Bad debt is a sad part of any business' normal operations. From consumer debt to business debt, there will always be those who don't think they need to pay their debts. Or, failing that, are simply unable to pay them due to bad circumstances or business downturns. While bad debt in general is oddly falling off--a counter-intuitive happening to say the least in a bad economy--something else is on the rise to take its place: lawsuits over debt collection methods.
Essentially, a recent report from the Transactional Records Access Clearinghouse suggests that, while there is less bad debt than ever before, there are more lawsuits being filed in conjunction with companies pursuing what bad debt remains in the system by what is being regarded as illegal means. Until the lawsuits resolve, of course, they cannot actually be called illegal, but still, they go on apace.
Potential explanations for the spike in lawsuits run the gamut, from aggressive attorneys looking for a piece of the credit card industry to increased desperation on the part of the credit industry to get its hands on those last scraps of uncollected debt by any means necessary. But whatever explanation actually fits, the numbers are telling enough in their own right. 890 lawsuits were filed across the 90 federal court districts in the United States, according to the Transactional Records Access Clearinghouse, and that represents a 12.4 percent increase over the number filed in April. While the May 2012 figures are down from the May 2011 figures, the one inescapable fact that remains is that May 2012's figures represent an increase--moreover, part of a long string of increases that have been actively running since the beginning of this year--that doesn't show signs of slowing any time soon.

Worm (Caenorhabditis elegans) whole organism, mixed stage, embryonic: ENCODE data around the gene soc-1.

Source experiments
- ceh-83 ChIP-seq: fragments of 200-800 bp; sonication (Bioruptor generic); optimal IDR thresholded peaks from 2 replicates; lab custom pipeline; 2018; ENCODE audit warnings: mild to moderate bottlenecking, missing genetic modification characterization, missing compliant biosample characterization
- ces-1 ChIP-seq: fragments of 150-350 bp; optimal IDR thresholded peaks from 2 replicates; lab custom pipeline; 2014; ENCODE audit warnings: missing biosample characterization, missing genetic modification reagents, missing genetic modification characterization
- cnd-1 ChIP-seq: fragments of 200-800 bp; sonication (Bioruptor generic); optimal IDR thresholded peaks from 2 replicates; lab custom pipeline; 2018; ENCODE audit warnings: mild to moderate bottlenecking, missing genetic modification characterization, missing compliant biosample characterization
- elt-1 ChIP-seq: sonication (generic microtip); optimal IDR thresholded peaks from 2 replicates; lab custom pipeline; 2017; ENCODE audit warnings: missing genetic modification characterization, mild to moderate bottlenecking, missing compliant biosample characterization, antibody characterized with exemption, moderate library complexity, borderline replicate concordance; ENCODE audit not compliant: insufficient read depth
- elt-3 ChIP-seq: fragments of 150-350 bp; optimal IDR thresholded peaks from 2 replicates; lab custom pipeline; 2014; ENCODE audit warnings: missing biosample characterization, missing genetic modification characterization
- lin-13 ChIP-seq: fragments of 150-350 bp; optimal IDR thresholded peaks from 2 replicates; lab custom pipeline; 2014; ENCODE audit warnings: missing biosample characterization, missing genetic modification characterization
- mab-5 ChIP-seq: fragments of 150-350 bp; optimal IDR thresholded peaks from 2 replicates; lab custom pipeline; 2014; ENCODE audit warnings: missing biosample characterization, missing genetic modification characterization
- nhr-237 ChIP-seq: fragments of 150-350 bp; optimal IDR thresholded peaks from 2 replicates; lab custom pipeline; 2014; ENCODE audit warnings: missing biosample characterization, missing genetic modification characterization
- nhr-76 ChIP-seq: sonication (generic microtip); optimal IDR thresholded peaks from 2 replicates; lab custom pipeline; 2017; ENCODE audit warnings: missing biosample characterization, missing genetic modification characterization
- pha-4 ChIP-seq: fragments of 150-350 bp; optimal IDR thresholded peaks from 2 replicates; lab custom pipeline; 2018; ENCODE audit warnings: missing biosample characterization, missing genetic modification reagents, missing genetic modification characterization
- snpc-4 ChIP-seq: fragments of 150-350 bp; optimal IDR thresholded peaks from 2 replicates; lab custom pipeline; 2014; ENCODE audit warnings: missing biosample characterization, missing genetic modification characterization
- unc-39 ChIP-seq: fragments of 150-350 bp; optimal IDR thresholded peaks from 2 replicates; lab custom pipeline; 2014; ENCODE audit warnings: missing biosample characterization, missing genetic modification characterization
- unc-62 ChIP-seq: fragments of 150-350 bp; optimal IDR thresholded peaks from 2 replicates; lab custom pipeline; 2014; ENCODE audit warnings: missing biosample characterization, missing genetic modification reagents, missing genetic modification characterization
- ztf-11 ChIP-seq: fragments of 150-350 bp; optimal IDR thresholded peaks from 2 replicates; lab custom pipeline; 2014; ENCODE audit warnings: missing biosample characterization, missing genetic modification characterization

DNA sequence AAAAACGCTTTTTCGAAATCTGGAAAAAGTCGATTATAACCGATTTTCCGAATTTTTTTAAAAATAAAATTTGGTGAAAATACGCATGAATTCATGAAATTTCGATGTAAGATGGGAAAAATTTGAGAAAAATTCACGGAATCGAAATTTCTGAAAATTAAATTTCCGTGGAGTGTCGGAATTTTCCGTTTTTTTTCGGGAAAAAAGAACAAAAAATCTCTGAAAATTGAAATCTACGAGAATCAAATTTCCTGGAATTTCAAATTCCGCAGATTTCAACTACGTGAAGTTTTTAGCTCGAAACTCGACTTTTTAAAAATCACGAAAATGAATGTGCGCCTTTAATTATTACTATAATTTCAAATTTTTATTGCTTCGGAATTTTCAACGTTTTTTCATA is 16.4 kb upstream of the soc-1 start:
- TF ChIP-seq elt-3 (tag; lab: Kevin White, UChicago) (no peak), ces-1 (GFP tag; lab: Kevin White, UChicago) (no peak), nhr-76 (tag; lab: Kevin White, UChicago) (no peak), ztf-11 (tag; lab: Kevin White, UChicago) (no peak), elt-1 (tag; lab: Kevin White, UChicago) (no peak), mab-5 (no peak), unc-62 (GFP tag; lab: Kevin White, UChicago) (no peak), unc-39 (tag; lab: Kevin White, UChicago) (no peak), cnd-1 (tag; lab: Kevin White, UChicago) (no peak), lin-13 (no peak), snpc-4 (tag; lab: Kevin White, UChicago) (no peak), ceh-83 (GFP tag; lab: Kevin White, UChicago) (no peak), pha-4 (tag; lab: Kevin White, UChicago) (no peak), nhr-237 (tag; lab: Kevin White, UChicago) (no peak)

The debt collection industry, not surprisingly, suggests that the statistics should be viewed with a healthy dollop of skepticism, especially given that the overall bad debt in the system is falling off at a rapid pace. There's less bad debt in the system, they say, so why bother with illegal tactics is the common suggestion.
Some, like ACA International's director of public affairs, Mark Schiffman, suggest that the big gains in lawsuits are coming from what he calls a "cottage industry" of attorneys filing aggressive, but thoroughly bogus, lawsuits in a bid to get a settlement. Since many companies would sooner settle with the consumers than fight it out, the tactic appears to be working; after all, why risk a PR nightmare--the evil debt collectors that came after the poor widow's house--that a court case would no doubt launch when they could just call it all off? There's so little bad debt in the system to begin with, why not just write it off, maybe pay out a settlement, just to keep the whole thing from dragging on in the courts?
But Schiffman doesn't stop there, also citing unclear laws on the part of the recently-enacted Fair Debt Collection Policies Act, which is--according to Schiffman--rife with technicalities and loopholes that are practically bait to a hungry attorney.
Yet at the same time, some are pointing to reports of clearly illegal practices--harassment, badgering, outright threats--that are fueling the suits.
Just what's behind the suits is unclear, but there are more of them than ever. Debt companies will have to fight for every nickel they're owed, but the fight may well prove too costly to make it worthwhile.
Edited by Peter Bernstein